Names of God: Elohim, Jehovah Jireh, and El-Roi

The names of God communicate His character, call us to worship, and command our awe of Him. The Hebrews used various titles for God because each describes a different part of His character. Genesis introduces us to 3 names of God, which hold personal meanings for all believers. Each one reminds us that we serve a great and mighty God who is also deeply personal and present in every aspect of our lives.


Elohim – God of Creation

In Genesis 1:1, we find the first name of God: Elohim. Elohim means “God of Creation” and describes the all-powerful nature of God, who is self-existing outside of time and space. This name is used over 2500 times to describe the sovereign God of all creation.


El is the singular word for God in the Hebrew. The plural of El, Elohim, implies the triune nature of God: Father, Son, Holy Spirit. In Psalm 82:1, we discover God created other elohim to bear His image here on earth. They were the high-ranking beings judging and ruling alongside God. 


Satan was created as an elohim to bear God’s image and spread His light on the earth. His rebellion caused darkness to consume the world, leaving it empty and void. This is why in Genesis 1:2-5 God spoke light into existence and separated the light from the darkness. Elohim, God the Father, God the Son, and God the Holy Spirit, desired for us to walk in the light and for the light to reflect His glory on earth.


The names of God reveal that He made you to know you and to bear His image on earth.

Genesis 1:26 tells us that God made humans to reflect His image. Our triune makeup—body, soul, spirit—reflects the Trinity. Because of sin, we are born spiritually dead and separated from our Creator. That is why Jesus tells us we must be born again. When we place our faith in Jesus, He bridges the gap for us to have a relationship with God and fills us with His Holy Spirit to spread His light on earth. 


Portrait of a woman smiling in front of a busy street.


Jehovah Jireh – The Lord Will Provide

Genesis 22 introduces us to Jehovah Jireh, which means “God Provides.” Through the story of Abraham and Isaac, God paints a picture of His provision for our salvation in Christ’s death and resurrection. Abraham pictures God the Father, and Isaac portrays Jesus the Son. Although Abraham did not understand why God was testing him or how He would resurrect his son, he trusted God’s provision.


Several symbols in the story parallel God’s relationship with Jesus. Abraham took two men with him to sacrifice his son, and Christ was crucified between two criminals. The ram which took Isaac’s place was caught in a thicket of thorns. Jesus wore a crown of thorns on the cross. It took Abraham 3 days to reach the mountain where he would sacrifice his son. Christ was buried in a tomb for three days but rose on the third day.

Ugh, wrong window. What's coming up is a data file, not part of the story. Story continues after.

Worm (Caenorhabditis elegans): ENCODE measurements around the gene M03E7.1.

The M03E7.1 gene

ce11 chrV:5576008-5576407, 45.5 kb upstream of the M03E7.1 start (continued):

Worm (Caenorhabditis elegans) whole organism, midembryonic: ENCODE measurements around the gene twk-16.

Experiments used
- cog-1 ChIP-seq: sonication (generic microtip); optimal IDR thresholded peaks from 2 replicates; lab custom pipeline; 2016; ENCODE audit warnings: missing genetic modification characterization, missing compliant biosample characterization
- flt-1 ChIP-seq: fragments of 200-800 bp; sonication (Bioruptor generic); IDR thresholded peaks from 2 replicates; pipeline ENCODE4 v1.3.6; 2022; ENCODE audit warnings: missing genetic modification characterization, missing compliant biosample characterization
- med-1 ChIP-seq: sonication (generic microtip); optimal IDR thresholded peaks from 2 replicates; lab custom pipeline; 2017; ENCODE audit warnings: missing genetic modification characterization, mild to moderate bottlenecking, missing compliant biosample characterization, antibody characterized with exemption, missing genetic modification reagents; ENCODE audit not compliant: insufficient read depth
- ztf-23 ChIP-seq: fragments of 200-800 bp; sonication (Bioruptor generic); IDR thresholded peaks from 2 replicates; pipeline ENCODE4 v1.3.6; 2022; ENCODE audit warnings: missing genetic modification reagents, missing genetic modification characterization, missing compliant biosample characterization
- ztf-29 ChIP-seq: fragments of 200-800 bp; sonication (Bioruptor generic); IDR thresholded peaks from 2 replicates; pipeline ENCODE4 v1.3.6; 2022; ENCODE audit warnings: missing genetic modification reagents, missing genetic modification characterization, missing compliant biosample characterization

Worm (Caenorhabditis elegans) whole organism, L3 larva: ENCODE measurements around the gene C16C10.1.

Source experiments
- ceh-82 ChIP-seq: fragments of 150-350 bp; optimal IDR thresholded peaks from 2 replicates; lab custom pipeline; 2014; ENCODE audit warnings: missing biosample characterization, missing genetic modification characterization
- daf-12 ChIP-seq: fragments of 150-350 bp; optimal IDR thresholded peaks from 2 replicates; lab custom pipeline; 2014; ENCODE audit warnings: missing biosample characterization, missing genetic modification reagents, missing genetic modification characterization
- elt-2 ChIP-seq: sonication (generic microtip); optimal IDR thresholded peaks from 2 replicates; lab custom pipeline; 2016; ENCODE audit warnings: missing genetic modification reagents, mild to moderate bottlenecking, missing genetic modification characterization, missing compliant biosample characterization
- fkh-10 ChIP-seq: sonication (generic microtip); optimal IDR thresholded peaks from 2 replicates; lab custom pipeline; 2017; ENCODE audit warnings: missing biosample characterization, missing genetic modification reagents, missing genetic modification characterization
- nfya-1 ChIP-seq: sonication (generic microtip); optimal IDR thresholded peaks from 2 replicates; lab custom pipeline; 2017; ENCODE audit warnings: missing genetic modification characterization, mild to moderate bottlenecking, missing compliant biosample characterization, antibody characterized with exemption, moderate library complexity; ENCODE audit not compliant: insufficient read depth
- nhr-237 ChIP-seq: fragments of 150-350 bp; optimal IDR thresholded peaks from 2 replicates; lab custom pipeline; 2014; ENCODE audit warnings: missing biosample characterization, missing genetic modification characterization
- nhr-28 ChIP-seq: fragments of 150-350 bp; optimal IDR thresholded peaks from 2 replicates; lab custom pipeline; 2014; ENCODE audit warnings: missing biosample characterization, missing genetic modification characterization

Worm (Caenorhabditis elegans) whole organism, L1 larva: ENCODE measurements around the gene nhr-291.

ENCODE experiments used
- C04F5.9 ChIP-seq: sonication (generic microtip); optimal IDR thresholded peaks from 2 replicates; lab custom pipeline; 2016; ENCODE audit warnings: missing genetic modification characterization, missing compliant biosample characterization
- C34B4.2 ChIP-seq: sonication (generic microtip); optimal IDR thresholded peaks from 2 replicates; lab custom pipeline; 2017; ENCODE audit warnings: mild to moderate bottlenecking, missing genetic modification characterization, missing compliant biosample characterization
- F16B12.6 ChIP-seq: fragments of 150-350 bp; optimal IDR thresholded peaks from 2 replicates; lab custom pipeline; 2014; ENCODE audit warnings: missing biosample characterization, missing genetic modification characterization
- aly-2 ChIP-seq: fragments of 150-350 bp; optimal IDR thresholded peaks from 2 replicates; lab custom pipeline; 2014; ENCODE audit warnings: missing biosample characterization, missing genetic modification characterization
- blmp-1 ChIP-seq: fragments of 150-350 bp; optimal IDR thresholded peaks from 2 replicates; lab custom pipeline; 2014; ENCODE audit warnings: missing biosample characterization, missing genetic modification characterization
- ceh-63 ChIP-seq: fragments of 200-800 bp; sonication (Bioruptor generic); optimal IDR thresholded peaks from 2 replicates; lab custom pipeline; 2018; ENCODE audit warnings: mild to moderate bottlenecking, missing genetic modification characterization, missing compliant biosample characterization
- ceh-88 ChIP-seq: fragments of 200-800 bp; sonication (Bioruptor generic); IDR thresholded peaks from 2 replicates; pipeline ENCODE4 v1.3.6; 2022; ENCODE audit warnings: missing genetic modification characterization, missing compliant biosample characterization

The names of God teach us that true worship is always about sacrifice. 

When the group reached their destination, Abraham told his men, “Stay here with the donkey; the lad and I will go yonder and worship, and we will return to you” (Genesis 22:5). Worship in this situation meant sacrifice. Abraham believed his obedience in sacrificing his son honored the Lord and willingly obeyed because he trusted Him.


If God promises to provide, He will. Promises delayed are not promises denied. Abraham and Sarah waited for years to have a son, and then God asked Abraham to sacrifice Isaac. For three days, Isaac was as good as dead to his father. But Abraham passed the test through his obedience and genuine faith, so God spared Isaac. God is Jehovah Jireh because He provided a Savior. He became a Man to die as our sacrificial Lamb.


El-Roi – The God Who Sees

Before Abraham and Sarah welcomed Isaac, they were known as Abram and Sarai. When Sarai passed the age of childbearing, she grew impatient because the Lord had not given her a child. She decided to take matters into her own hands by giving her maidservant, Hagar, to her husband. 

When Hagar became pregnant, the resentment and conflict between the women turned Abram and Sarai’s peaceful dwelling into a place of contention and strife. Eventually, Hagar ran away because she could not stand the way Sarai treated her. The Angel of the Lord found Hagar in the desert, commanded her to return to her mistress, and promised to make her descendants numerous through her son. Genesis 16:13 recounts Hagar’s response to the Lord: “Then she called the name of the Lord who spoke to her, You-Are-the-God-Who-Sees; for she said, ‘Have I also here seen Him who sees me?’”


The names of God remind us that He sees and knows our hearts.

Sarai’s choices and consequences demonstrated what happens when we try to make God’s plan happen in our time. If He makes a promise to us, we can trust Him to fulfill it. We must believe in His faithfulness and delight in Him while waiting. 

El-Roi saw Hagar in distress and sent His angel to comfort her. Hagar found love and freedom in the presence of the Lord, but she had to trust Him to provide for her and Ishmael. God is just; He will not leave His people to suffer. The Lord was present in Hagar’s life even when she couldn’t see or feel it. 



Studying the names of God helps us know Him intimately so we can worship Him fully. The God of the Old Testament, whom the Hebrews worshipped, is the same God we worship today. Are you ready to dive deeper into your relationship with God? Get your copy of our FREE Names of God devotional to further your knowledge of His character.